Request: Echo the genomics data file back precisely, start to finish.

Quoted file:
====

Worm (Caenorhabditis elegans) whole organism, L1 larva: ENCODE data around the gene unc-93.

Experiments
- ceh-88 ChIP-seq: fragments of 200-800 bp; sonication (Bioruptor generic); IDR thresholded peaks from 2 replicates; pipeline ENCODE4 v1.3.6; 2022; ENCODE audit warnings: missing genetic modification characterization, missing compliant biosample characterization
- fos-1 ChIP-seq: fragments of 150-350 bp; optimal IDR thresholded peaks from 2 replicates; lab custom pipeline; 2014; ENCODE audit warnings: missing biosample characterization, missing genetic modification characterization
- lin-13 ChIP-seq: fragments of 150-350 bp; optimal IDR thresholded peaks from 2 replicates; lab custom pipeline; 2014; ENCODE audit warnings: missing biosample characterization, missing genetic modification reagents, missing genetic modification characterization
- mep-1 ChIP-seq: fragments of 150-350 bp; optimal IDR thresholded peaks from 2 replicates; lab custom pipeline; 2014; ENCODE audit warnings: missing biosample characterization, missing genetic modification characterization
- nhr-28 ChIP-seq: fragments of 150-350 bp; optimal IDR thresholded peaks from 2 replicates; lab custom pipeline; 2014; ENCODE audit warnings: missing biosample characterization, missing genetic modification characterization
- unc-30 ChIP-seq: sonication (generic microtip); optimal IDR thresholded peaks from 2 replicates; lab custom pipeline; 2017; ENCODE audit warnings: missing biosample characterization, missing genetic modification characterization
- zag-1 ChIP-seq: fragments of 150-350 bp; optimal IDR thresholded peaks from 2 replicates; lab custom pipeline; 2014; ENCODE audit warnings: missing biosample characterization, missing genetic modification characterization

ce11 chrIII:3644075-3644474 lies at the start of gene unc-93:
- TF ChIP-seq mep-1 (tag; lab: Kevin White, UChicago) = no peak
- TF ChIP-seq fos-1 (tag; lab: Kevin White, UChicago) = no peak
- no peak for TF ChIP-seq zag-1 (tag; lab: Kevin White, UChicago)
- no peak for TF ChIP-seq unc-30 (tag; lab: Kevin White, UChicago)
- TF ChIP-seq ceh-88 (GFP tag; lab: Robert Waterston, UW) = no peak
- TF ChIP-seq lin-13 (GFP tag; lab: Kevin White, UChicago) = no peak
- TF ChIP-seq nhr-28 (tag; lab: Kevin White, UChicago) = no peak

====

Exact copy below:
Worm (Caenorhabditis elegans) whole organism, L1 larva: ENCODE data around the gene unc-93.

Experiments
- ceh-88 ChIP-seq: fragments of 200-800 bp; sonication (Bioruptor generic); IDR thresholded peaks from 2 replicates; pipeline ENCODE4 v1.3.6; 2022; ENCODE audit warnings: missing genetic modification characterization, missing compliant biosample characterization
- fos-1 ChIP-seq: fragments of 150-350 bp; optimal IDR thresholded peaks from 2 replicates; lab custom pipeline; 2014; ENCODE audit warnings: missing biosample characterization, missing genetic modification characterization
- lin-13 ChIP-seq: fragments of 150-350 bp; optimal IDR thresholded peaks from 2 replicates; lab custom pipeline; 2014; ENCODE audit warnings: missing biosample characterization, missing genetic modification reagents, missing genetic modification characterization
- mep-1 ChIP-seq: fragments of 150-350 bp; optimal IDR thresholded peaks from 2 replicates; lab custom pipeline; 2014; ENCODE audit warnings: missing biosample characterization, missing genetic modification characterization
- nhr-28 ChIP-seq: fragments of 150-350 bp; optimal IDR thresholded peaks from 2 replicates; lab custom pipeline; 2014; ENCODE audit warnings: missing biosample characterization, missing genetic modification characterization
- unc-30 ChIP-seq: sonication (generic microtip); optimal IDR thresholded peaks from 2 replicates; lab custom pipeline; 2017; ENCODE audit warnings: missing biosample characterization, missing genetic modification characterization
- zag-1 ChIP-seq: fragments of 150-350 bp; optimal IDR thresholded peaks from 2 replicates; lab custom pipeline; 2014; ENCODE audit warnings: missing biosample characterization, missing genetic modification characterization

ce11 chrIII:3644075-3644474 lies at the start of gene unc-93:
- TF ChIP-seq mep-1 (tag; lab: Kevin White, UChicago) = no peak
- TF ChIP-seq fos-1 (tag; lab: Kevin White, UChicago) = no peak
- no peak for TF ChIP-seq zag-1 (tag; lab: Kevin White, UChicago)
- no peak for TF ChIP-seq unc-30 (tag; lab: Kevin White, UChicago)
- TF ChIP-seq ceh-88 (GFP tag; lab: Robert Waterston, UW) = no peak
- TF ChIP-seq lin-13 (GFP tag; lab: Kevin White, UChicago) = no peak
- TF ChIP-seq nhr-28 (tag; lab: Kevin White, UChicago) = no peak